There are several limitations of this observational study. Our relatively high-acuity sample may not generalize to lower-acuity populations. Subthreshold hypomanic symptoms were assessed at study intake, posing some risk for misclassification of exposure over the course of follow-up. Limitations in rating assessments and the potential for lack of insight into manic symptoms may have also contributed to misclassification. These assessments were, however, systematically collected on all participants at intake for the current episode prior to the time of evaluation. Treatment was not controlled for in this cohort, and patients received a variety of treatments (or no treatment) during follow-up. Those with a history of subthreshold hypomanic symptoms were not differentially treated with antidepressants. Treatments could have influenced the development of mania or hypomania, although the accumulated evidence does not generally support the assumption that antidepressants induce mania (32—37). In prospective studies, all who developed antidepressant-associated mania went on to later have episodes of spontaneous mania, although these studies included a limited number of cases with pharmacologically induced hypomania (10, 14). The family histories of those with antidepressant-associated mania further resemble those of individuals with spontaneous mania. For these reasons, opinion leaders do not currently distinguish antidepressant-induced mania from mania that arises spontaneously (38), and this assumption underlies our analyses (39, 40). The proposed revisions for DSM-V now also include the caveat that "a full manic [or hypomanic] episode emerging during antidepressant treatment (medication, ECT, etc.) and persisting beyond the physiological effect of that treatment is sufficient evidence for a manic [or hypomanic] episode diagnosis."
Our participants were interviewed semiannually for the first 5 years of follow-up and annually thereafter. Although the interval histories were reconstructed in a systematic and reliable manner, the potential for recall bias exists. Some hypomanic episodes could have been missed, and our estimate of diagnostic conversion may therefore be underestimated. Although differential surveillance for the first 5 years compared with subsequent years could influence reported rates of progression, there was certainly no differential surveillance by exposure (presence of subthreshold hypomanic symptoms) to influence the associations observed. As mentioned earlier, such bias would be expected to affect hypomania more than mania, and a change in rates of diagnostic conversion after 5 years was observed for both hypomania and mania. Furthermore, it is biologically plausible that individuals with bipolar disorder would be likely to first manifest the defining features of illness (hypomania and mania) earlier in the course of illness, particularly given a mean age at illness onset of 18.2 years (SD=11.6) for bipolar I disorder and 20.3 years (SD=9.7) for bipolar II disorder (1).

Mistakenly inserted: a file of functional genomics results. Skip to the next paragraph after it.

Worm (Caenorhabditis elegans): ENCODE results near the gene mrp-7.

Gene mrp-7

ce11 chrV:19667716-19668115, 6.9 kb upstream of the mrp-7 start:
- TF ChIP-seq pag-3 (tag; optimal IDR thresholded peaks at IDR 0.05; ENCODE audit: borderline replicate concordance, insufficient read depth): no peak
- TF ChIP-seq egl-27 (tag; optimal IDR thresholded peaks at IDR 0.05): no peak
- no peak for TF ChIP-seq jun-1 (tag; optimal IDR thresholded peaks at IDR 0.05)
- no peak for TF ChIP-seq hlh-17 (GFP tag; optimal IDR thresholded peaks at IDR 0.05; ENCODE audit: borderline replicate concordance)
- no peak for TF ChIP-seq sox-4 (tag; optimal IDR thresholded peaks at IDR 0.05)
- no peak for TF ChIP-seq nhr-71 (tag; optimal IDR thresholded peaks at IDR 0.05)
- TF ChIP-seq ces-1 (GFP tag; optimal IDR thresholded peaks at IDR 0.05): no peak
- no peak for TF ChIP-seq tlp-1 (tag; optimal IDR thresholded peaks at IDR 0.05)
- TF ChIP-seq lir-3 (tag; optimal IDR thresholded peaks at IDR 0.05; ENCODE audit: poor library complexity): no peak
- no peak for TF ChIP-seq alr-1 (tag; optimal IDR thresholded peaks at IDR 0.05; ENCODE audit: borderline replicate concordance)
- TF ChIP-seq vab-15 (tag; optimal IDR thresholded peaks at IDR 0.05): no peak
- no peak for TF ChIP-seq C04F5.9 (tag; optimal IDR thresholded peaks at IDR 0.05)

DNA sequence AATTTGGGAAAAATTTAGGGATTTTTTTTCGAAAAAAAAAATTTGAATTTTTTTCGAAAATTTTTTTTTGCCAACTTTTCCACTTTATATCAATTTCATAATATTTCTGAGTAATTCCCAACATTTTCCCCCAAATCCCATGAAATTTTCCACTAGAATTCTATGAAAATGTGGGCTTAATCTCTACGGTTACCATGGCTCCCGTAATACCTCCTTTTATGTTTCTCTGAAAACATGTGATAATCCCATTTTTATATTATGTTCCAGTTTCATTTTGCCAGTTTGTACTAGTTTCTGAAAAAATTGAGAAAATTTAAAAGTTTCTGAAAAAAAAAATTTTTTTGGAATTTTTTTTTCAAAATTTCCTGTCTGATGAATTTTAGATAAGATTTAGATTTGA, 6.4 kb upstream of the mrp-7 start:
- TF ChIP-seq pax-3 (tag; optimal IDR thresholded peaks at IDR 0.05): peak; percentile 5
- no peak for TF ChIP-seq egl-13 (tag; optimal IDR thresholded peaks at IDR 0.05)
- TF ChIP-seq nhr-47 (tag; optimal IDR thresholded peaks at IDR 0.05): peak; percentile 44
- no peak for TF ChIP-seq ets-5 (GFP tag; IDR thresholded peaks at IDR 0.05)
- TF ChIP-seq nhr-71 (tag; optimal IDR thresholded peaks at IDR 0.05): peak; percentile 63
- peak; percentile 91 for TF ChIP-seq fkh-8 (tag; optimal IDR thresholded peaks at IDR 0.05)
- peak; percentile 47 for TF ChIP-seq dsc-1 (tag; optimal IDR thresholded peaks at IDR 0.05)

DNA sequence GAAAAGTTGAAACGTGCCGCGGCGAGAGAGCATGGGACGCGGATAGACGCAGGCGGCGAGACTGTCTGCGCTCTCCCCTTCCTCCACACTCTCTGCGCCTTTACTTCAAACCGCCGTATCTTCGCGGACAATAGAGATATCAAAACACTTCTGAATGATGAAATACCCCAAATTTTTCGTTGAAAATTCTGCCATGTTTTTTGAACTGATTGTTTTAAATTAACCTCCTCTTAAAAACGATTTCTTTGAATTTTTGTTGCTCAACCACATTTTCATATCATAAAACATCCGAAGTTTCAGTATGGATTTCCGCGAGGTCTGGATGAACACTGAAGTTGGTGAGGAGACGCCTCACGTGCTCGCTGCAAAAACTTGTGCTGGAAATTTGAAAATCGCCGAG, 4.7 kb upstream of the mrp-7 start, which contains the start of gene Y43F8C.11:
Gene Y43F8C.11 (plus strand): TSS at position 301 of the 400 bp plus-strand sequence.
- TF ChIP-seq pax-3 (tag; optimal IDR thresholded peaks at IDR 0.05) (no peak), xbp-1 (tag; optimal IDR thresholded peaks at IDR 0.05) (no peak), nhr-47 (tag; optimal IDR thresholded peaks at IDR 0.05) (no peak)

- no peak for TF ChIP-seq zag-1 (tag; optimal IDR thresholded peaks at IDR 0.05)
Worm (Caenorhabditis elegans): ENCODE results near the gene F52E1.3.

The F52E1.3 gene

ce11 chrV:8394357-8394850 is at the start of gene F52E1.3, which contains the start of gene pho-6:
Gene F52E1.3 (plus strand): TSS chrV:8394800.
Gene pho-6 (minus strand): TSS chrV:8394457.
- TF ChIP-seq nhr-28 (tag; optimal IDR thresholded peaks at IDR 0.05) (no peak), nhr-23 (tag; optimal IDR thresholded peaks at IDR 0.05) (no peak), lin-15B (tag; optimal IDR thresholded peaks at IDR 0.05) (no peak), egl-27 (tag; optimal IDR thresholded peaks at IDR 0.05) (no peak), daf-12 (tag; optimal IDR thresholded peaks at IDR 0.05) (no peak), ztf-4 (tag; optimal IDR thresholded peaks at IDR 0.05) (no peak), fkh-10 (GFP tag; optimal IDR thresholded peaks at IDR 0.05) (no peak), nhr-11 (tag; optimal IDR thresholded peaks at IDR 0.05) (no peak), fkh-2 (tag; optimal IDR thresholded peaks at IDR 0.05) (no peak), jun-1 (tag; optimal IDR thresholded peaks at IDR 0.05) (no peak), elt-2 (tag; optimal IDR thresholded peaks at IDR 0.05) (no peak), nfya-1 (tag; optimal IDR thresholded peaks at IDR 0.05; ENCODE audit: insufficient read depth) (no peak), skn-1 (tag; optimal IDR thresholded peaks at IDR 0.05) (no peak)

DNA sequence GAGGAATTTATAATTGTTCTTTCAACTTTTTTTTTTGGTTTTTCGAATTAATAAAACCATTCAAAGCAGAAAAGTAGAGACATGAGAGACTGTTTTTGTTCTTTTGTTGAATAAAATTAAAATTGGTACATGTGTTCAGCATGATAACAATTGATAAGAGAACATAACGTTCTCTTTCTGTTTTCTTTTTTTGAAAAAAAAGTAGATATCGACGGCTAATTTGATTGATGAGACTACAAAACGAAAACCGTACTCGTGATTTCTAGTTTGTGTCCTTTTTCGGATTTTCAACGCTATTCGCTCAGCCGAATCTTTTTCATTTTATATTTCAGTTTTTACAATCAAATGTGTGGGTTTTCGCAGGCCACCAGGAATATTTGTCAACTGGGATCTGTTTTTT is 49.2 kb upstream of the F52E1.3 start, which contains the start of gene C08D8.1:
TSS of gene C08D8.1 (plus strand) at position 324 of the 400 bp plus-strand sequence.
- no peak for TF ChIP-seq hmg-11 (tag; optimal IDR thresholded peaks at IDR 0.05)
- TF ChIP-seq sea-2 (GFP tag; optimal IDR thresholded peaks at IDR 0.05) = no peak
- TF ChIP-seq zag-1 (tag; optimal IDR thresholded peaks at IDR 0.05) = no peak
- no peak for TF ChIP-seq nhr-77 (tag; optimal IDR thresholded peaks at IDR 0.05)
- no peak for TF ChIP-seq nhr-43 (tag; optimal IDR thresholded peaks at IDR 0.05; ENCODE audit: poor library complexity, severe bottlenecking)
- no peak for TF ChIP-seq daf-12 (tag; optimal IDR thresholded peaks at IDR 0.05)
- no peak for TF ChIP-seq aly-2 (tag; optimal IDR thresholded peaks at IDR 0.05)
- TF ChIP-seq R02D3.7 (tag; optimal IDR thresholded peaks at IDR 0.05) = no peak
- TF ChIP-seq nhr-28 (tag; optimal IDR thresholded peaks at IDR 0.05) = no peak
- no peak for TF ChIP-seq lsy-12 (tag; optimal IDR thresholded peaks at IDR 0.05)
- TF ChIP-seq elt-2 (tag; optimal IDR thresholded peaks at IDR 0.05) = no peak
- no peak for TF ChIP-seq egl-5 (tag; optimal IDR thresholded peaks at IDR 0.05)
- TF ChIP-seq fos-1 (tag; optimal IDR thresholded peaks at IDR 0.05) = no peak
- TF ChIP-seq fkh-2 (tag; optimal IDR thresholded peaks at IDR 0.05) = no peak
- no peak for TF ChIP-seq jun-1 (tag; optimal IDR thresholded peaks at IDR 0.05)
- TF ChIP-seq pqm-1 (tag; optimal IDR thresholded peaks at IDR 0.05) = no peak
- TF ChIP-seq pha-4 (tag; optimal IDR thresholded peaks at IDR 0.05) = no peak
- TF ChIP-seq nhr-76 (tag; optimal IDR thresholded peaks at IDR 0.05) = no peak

Notable strengths of this study include the rigor of phenomenological assessments and the long duration of relatively intense follow-up, which increased our ability to capture eventual mood elevation syndromes. Furthermore, the baseline assessments included a comprehensive structured interview and medical record review, decreasing the risk of false negatives at intake (i.e., misdiagnosis of bipolar disorder as major depression), which could inflate estimates of subsequent diagnostic conversion.
Our data demonstrate that a substantial portion of individuals treated clinically for major depression will ultimately be recognized as having a bipolar disorder. Our findings further suggest that the presence of even low-grade hypomanic symptoms may be as strongly associated with progression to bipolar disorder as the most robustly established predictors to date. Although survival analyses are most appropriate for these time-to-event data, the secondary receiver operating characteristic analyses demonstrated a modest area under the curve and positive predictive value, such that these subclinical hypomanic symptoms would certainly not warrant a change in diagnosis. This suggests that our ability to recognize those individuals with major depression who will go on to develop hypomania or mania remains limited and underscores the importance of rigorously evaluating and closely monitoring patients in treatment for mood disorders.